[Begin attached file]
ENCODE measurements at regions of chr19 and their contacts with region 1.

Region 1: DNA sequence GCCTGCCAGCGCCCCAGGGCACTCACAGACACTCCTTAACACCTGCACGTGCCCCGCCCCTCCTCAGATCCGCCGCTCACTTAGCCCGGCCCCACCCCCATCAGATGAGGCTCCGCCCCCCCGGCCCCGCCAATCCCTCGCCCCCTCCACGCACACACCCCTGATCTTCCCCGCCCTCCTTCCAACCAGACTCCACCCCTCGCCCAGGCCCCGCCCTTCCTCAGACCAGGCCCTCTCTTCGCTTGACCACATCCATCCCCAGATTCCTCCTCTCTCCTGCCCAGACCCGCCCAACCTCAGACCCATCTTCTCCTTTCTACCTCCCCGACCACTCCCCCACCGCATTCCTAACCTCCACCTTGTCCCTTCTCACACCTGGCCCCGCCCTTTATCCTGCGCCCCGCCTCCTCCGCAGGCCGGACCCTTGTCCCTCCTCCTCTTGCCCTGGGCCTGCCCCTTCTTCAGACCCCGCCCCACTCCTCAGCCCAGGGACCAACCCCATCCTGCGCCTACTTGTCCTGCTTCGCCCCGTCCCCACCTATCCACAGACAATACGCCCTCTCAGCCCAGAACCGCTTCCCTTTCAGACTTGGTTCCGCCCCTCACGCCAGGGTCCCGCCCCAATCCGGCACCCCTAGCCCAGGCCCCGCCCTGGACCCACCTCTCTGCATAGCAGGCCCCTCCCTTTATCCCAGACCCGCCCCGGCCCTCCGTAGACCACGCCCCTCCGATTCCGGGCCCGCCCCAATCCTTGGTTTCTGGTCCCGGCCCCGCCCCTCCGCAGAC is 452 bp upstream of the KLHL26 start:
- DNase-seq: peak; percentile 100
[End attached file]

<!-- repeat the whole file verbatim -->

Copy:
ENCODE measurements at regions of chr19 and their contacts with region 1.

Region 1: DNA sequence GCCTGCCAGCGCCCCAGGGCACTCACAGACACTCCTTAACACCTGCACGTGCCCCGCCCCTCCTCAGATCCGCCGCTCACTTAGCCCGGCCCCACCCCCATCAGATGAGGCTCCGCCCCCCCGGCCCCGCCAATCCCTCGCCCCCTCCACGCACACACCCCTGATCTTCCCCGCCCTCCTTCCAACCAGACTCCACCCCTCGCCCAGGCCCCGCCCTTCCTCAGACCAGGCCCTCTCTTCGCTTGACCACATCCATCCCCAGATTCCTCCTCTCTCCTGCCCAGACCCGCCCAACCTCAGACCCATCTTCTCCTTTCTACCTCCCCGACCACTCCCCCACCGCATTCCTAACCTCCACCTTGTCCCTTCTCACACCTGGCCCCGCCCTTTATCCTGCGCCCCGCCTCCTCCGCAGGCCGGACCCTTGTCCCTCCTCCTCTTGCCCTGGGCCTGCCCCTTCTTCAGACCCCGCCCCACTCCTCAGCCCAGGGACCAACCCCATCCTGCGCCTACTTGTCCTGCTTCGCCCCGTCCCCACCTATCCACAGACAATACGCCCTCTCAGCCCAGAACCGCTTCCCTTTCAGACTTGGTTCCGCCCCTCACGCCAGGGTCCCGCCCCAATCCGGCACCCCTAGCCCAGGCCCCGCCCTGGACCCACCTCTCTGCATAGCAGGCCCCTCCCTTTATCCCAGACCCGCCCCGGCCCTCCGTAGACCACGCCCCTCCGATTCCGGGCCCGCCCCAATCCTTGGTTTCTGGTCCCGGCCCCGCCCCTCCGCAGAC is 452 bp upstream of the KLHL26 start:
- DNase-seq: peak; percentile 100